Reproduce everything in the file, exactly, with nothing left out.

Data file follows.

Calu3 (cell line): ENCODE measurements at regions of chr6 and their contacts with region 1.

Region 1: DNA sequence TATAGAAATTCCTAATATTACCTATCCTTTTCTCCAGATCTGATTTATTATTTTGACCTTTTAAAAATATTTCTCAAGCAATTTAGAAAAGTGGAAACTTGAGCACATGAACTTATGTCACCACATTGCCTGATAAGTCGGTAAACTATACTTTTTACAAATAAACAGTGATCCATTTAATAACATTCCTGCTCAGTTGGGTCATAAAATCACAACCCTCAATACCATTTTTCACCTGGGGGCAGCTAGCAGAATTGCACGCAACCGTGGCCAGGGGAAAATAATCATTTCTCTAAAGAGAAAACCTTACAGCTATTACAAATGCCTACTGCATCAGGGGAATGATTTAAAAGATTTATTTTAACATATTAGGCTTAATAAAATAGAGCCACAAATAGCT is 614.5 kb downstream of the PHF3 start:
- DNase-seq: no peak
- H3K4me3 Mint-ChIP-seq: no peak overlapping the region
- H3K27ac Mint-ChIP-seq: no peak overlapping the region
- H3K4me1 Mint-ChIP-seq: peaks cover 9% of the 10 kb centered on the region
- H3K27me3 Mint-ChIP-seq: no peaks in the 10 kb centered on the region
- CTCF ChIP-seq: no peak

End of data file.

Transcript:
Calu3 (cell line): ENCODE measurements at regions of chr6 and their contacts with region 1.

Region 1: DNA sequence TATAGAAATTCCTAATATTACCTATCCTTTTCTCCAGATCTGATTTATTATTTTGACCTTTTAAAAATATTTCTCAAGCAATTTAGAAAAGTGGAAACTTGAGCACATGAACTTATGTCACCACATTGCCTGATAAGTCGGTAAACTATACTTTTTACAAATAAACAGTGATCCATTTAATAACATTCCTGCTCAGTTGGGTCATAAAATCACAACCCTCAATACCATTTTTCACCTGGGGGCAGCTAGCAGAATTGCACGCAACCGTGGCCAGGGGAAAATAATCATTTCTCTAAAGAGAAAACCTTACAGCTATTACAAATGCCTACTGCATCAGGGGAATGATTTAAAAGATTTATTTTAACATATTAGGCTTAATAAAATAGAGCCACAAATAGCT is 614.5 kb downstream of the PHF3 start:
- DNase-seq: no peak
- H3K4me3 Mint-ChIP-seq: no peak overlapping the region
- H3K27ac Mint-ChIP-seq: no peak overlapping the region
- H3K4me1 Mint-ChIP-seq: peaks cover 9% of the 10 kb centered on the region
- H3K27me3 Mint-ChIP-seq: no peaks in the 10 kb centered on the region
- CTCF ChIP-seq: no peak